by Jack Nilan            EMail :

Seven Samurai (1954)

Director : Akira Kurosawa

Jack   A+

IMDB    8.8



   Not only the best samurai movies, but one of the best movies ever made. 207 minutes and there is not one dull second in the whole thing. It is an action movie, but is also so much more than that. In the first two hours there is very little sword play, but there is a great look at the lives of the ronin and the farmers and what their role was, and should be in Japanese society.

   The story takes place in the 16th century and opens in a village that has been victimized by periodic raids from a gang of bandits. The farmers, lead by Rikichi decide that they must do something to improve their lives, and decide to go in to the town and hire some samurai, who will hopefully work for food. At this time there were many ronin (masterless samurai) around, brought about by economic and political conditions. The villagers ultimately find one sympathetic samurai, Kambei (Takashi Shimura), and with his help soon recruit five more. There is also one more samurai, Kikuchiyo (Toshiro Mifune) who follows the group back to the village.

   The movie is divided up in to three parts. the early village scenes and the recruiting of the samurai, the preparations of the samurai and the villagers for the fore-coming bandits attack and the attack itself. There have been many movies, including quite a few by Akira Kurosawa, that have examined the relationship between the samurai and their masters. Should the samurai totally subjugate their own desires and wishes on the whims of their masters? Japanese culture said yes. The individual should do what is best for society, and the sharply defined classes decided who would ultimately make those decisions.

   In this movie Kurosawa was really looking at was the relationship between the samurai and the villagers. These are classes that normally would not interact. But the economic times had thrown them together. And in to this mix we have, Kikuchiyo, a farmer who is pretending to be a samurai with a made up pedigree. Should an individual be allowed to move out of his class and make a new life for himself? This was a question that many in 1954 postwar Japan were beginning to ask, and Kurosawa was one of the ones leading the way.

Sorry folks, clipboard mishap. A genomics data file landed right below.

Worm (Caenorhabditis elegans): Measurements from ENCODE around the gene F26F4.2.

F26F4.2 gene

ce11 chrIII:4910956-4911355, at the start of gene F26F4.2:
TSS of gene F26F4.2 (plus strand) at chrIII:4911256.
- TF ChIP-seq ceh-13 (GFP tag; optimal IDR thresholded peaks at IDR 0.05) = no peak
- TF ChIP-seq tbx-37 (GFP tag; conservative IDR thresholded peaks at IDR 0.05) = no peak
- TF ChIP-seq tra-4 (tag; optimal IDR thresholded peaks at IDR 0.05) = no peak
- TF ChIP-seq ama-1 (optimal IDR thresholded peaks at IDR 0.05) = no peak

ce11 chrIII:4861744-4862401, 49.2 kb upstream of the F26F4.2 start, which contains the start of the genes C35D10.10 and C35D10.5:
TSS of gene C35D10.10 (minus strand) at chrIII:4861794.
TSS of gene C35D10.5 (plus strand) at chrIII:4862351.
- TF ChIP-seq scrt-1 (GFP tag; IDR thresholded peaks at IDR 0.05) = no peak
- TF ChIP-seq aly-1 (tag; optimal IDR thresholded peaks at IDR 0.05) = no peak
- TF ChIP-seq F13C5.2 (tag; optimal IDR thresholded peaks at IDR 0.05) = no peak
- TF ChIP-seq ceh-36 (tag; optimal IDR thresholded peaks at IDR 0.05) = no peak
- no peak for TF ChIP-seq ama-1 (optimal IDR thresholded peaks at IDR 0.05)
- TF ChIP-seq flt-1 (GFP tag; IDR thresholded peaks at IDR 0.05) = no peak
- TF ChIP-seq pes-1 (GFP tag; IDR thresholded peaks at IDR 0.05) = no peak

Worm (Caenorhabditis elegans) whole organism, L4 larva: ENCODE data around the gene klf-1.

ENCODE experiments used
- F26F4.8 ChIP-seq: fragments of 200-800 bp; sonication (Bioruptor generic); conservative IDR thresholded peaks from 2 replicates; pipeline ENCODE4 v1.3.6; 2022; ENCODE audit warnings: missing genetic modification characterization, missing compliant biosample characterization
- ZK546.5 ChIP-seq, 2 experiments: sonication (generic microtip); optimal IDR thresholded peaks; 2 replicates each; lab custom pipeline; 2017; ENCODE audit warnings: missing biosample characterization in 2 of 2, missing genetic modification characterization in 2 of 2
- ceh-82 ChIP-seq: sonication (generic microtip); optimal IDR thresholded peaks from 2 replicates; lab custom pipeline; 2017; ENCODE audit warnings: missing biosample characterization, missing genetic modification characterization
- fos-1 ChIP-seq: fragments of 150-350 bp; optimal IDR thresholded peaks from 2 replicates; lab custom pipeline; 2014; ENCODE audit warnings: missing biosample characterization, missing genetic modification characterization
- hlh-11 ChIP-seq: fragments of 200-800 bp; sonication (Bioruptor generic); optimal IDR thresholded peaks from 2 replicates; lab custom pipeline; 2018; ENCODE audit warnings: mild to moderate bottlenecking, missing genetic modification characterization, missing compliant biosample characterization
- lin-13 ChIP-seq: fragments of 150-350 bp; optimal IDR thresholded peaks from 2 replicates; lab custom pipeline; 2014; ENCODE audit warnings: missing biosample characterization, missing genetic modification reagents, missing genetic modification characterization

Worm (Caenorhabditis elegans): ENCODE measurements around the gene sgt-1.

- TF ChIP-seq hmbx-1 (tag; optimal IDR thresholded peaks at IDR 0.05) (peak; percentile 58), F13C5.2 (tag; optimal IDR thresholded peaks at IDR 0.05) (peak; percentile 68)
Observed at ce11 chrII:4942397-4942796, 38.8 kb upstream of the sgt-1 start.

When the samurai's find out about Kikuchiyo lowly origins, they still accept him, but with reservations. When they make up their banner, there are six circles and one triangle. Kikuchiyo is a man without a class. The triangle can represent the different groups he was, or wanted to be, a part of.

   The movie also looks at this situation with the developing romance between young, naive samurai Katsushiro and and village girl. Should this romance be allowed? What is more important: the wishes and happiness of individuals or the rules and conventions of society? Before the World War, Katsushiro may have been considered a traitor to his class, but at this time in history, Kurosawa could be begin to explore the dynamics of society's rules and individuals desires. In the third part of the movie, the harvest is in, and the bandits will be returning. The samurai organize the farmers so they can defend themselves. The bandits are back and the samurai are ready. They kill two scouts and capture another who is soon killed by the farmers. Three of the samurai then go off to the bandits' camp to help even the odds. One of the samurai is shot, and now they are down to six. Then the bandits attack.

   There are some of the best battle sequences ever filmed as the samurai and the farmers fight off the bandits. When the battle is over the division between the farmers and samurai appears again. A group united by war is divided again when the war ends and it is left to the few remaining samurai to decide if it was all worth it. A wonderful movie that works on so many levels. It was a great action adventure movie and a great character study. It was also a very powerful examination and indictment of the class system in Japanese society. Coming off the tragedy of World War II it was a very powerful exploration of how Japan got in to the situation it which it found itself in 1954, and a questioning of where Japanese society should go from there.